No, really, that's it.
Because when I watched the first 'Star Wars' movie, I imagined a whole universe around it. I pictured the next movie, where the victorious Rebels took the fight to the Empire throughout the universe. I imagined the romance between Luke and Leia, and Luke's final battle against Darth Vader, the man who killed his father. I imagined all sorts of things, and every single tie-in and sequel and prequel since then has taken away a bit of my imagination and replaced it with someone else's. And I've decided to take it back.
Just think of all the benefits I get from thinking of it this way:
- The kiss between Luke and Leia is no longer creepy and incestuous.
- Leia remains the smart, brassy, ass-kicking hero of 'Star Wars' instead of becoming the whiny, useless girl who just needs a Big Strong Man to give her some lovin'.
- I no longer have to care about the obvious plot hole in 'Empire' where Vader refers to himself in the third person just so Lucas can have a big third-act shock to leave his audience hanging.
- My Ewoks are awesomer than your Ewoks. (Yes, I still have Ewoks. I love the little bloodthirsty cannibal warriors.)
- Midichlorians? What midichlorians?
- Jar Jar? Who's that?
- Boba Fett is not a loser who gets taken out by a blind guy with a stick.
- My Clone Wars actually involved fighting against clones.
So where does Han fit in?
Now me? I keep midichlorians and recast Qui-Gon as the science-tastic heretic amongst mystics, likely from a planet wicked-averse to the idea of an energy that surrounds and holds together all things and has whims and wills and is basically God, who therefore looked for reasons a thing might work.
Basically, dude's a Scientist/Scientologist Jedi with a Thetan Reader to measure young Anakin's level of "clarity".
Han finds this hot, redheaded ex-dark Jedi turned smuggler named Mara Jade, and the two of them wind up having a whole brood of kids together.
Or, alternatively, there's a whole Wookie "Don't ask, Don't tell" thing going on. Your choice. :)
I agree. The wonder of the original Star Wars was the way it _implied_ a whole universe, leaving endless amounts of space (and time) for viewers' imaginations to fill in. As John M. Ford wrote, "If I told you, you would know less than you do now."
And this leaves open the notion that Obi Wan = OB1, his clone designation from the Clone Wars. This was a favorite assumption from back in the day and spurred awesome, imagined battles of great armies of cloned Jedi clashing across the galaxy.
My canon includes the three original films, and that's it. But most importantly, my Boba Fett is most definitely a loser who got taken out by a blind guy with a stick.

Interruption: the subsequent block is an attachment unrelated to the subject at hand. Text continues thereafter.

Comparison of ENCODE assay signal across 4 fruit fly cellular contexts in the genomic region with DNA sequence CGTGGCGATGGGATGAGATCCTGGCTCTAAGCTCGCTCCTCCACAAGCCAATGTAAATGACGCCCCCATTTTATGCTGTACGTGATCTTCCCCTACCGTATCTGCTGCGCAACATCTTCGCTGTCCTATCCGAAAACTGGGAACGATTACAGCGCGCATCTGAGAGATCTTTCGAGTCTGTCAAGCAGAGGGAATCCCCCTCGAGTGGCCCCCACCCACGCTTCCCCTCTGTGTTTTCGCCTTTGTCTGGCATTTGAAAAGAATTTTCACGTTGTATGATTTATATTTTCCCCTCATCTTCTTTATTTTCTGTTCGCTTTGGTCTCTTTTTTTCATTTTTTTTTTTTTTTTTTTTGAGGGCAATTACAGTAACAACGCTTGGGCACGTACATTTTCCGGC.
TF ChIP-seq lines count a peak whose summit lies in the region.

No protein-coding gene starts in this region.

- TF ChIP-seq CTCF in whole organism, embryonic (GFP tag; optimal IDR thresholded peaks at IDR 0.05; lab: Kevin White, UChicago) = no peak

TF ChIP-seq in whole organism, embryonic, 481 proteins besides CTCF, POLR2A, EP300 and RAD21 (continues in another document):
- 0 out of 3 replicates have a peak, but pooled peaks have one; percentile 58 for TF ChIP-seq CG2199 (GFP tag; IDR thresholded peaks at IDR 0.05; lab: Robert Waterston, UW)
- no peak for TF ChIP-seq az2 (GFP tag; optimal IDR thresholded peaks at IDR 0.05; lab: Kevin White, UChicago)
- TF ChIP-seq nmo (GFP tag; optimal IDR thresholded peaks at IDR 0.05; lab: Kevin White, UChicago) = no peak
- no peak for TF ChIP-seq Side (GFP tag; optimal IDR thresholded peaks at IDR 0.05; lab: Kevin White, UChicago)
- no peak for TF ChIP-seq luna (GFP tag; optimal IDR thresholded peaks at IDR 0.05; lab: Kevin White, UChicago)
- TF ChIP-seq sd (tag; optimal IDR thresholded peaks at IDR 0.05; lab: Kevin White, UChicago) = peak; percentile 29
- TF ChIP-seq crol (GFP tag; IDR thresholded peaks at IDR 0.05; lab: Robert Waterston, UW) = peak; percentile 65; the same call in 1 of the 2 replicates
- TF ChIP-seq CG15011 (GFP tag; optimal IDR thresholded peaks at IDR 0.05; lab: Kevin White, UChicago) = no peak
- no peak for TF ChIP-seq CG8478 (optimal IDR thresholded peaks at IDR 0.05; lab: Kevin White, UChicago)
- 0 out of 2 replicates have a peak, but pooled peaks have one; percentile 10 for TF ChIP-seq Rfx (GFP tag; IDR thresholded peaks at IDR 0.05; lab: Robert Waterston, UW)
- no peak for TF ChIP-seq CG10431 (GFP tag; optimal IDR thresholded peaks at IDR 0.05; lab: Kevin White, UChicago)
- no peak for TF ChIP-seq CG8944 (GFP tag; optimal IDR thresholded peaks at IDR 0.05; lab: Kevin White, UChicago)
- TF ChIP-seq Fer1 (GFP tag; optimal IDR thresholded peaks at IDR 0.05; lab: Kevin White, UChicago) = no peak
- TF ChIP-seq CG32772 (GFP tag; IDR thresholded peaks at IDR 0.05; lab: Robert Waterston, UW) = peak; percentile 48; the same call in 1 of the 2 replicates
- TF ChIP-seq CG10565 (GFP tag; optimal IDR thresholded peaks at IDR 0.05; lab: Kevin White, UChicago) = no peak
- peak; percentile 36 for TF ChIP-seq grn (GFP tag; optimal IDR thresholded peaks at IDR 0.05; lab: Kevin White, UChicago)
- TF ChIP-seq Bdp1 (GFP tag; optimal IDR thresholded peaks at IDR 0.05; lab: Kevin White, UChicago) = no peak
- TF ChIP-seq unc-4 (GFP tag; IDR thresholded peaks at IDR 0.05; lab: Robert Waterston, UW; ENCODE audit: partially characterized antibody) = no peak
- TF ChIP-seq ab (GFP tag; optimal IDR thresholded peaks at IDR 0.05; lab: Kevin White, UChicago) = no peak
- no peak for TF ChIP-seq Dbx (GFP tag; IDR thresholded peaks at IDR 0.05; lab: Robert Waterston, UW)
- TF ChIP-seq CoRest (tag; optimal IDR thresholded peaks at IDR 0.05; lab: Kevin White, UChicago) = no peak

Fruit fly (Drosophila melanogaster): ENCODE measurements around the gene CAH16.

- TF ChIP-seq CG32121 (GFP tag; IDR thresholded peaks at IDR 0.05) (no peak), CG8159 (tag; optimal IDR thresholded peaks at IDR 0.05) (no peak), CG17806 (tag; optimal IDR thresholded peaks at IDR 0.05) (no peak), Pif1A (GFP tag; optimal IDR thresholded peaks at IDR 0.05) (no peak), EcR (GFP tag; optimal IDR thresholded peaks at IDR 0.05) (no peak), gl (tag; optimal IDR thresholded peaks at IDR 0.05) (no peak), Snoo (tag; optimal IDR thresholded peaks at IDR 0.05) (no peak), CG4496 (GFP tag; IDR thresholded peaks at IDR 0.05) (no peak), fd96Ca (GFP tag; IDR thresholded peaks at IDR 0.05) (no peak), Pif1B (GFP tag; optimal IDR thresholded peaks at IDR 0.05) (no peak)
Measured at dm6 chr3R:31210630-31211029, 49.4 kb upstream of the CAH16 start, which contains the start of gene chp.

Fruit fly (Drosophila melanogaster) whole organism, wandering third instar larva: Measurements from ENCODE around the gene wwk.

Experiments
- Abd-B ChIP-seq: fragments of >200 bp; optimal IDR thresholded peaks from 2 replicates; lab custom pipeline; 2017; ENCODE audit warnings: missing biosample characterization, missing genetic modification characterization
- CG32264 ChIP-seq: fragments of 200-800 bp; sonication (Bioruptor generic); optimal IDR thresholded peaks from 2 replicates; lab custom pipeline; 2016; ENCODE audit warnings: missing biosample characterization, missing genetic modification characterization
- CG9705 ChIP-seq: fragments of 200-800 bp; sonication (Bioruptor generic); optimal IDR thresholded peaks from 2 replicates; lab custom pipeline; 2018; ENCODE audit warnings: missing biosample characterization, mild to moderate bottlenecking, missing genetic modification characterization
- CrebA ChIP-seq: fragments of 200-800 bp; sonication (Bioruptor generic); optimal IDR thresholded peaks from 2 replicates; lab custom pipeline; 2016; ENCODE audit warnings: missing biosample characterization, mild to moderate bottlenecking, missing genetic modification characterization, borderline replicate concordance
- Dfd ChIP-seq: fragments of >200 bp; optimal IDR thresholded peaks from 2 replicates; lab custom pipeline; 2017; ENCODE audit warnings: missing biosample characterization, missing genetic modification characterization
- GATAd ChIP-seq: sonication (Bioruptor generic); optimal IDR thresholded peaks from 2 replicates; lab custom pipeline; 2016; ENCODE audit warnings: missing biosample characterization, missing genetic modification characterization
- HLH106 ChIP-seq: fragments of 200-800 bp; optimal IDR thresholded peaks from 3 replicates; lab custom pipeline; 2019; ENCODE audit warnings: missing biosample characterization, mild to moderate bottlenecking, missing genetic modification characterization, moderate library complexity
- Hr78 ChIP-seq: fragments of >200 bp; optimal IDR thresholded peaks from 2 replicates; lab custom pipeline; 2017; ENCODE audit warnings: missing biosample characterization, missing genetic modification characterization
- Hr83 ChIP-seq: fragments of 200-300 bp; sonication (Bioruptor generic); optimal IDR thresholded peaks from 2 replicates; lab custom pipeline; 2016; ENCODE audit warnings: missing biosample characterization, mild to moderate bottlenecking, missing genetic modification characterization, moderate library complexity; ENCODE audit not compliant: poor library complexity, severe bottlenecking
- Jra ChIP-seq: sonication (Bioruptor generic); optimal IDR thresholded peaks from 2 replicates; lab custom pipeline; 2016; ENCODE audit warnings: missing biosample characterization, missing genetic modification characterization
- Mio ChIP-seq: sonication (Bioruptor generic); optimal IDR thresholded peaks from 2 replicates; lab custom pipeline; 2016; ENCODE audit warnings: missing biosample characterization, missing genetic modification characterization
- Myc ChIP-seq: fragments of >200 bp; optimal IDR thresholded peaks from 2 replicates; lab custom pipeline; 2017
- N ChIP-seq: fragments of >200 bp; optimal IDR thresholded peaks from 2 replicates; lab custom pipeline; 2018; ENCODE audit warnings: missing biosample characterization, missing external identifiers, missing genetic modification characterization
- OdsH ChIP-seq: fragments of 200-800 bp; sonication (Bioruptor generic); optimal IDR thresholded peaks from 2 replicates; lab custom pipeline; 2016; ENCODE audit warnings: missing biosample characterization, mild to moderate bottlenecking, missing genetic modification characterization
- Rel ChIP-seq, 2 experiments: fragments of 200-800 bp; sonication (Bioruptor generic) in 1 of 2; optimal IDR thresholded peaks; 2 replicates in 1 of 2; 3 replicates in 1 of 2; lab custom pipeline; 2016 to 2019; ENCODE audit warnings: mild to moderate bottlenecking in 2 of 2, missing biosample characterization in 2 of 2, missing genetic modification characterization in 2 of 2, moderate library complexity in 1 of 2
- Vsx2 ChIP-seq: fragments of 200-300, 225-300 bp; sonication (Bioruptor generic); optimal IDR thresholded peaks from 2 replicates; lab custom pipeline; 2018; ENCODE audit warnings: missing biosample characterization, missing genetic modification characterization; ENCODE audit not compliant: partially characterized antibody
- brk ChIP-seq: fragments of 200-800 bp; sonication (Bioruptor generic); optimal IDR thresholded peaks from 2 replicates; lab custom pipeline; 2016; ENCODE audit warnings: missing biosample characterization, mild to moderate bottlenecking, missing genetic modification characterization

There is an award for you on my blog!
I also agree to dwindled down "Bubble" of a universe that they changed Star Wars into. I was most upset with the newer, disasters of a prequel. Anakin grew up to be a pouty baby in the newer movies, and reminded me of the naieve character that they turned Luke into as well. I also think that a reappearance from the Ewoks, instead of Sponge-Bob-Jar-Jar, would have been a much better move.
looking through old posts here. Have you ever considered the possibility that Vader was meant to be Luke's father, but not Anakin Skywalker?
On a personal level, I would want to keep The Empire Strikes Back simply because I was there on its opening night, during an era when the failure of most American father-son relationships were being openly discussed, and I remember listening as large numbers of the young men in the audience openly wept when Luke finds out that Darth Vader is his father.
(If you think I should have put a spoiler warning about revealing Darth Vader is Luke's father from a film that will soon be three decades old, you really need to get a life!)
For many of us back then, the revelation hit us hard as one of the first times that the troubled relationships most of us had with our fathers had been acknowledged in pop culture.
And because Empire came out in a less cynical, less irony-drenched, less information-overloaded, less postmodern-poser era, we could actually immerse ourselves into the film openly enough and sincerely enough to have it provoke tears from high school age and college age boys and young men.
I doubt that such a thing would be possible today.
Instead of letting ourselves experience a touch of adolescent catharsis from a highly mythologized vision of father-son relationships, today we would sit back dry-eyed and bored and snark, "Oh, wow, what a desperate attempt for a plot twist" while the more learned of us might add, "Hmmm, that does seem to set us up for an Atonement sequence as per the monomyth of the Hero's Journey".
And some of us did just that, later on.
But our immediate response was tears about something we would never have allowed ourselves to tear up about (boyish pride and all that) in our daily lives.
While all the girls and women in the audience only stared at the males and wondered what the hell was going on.
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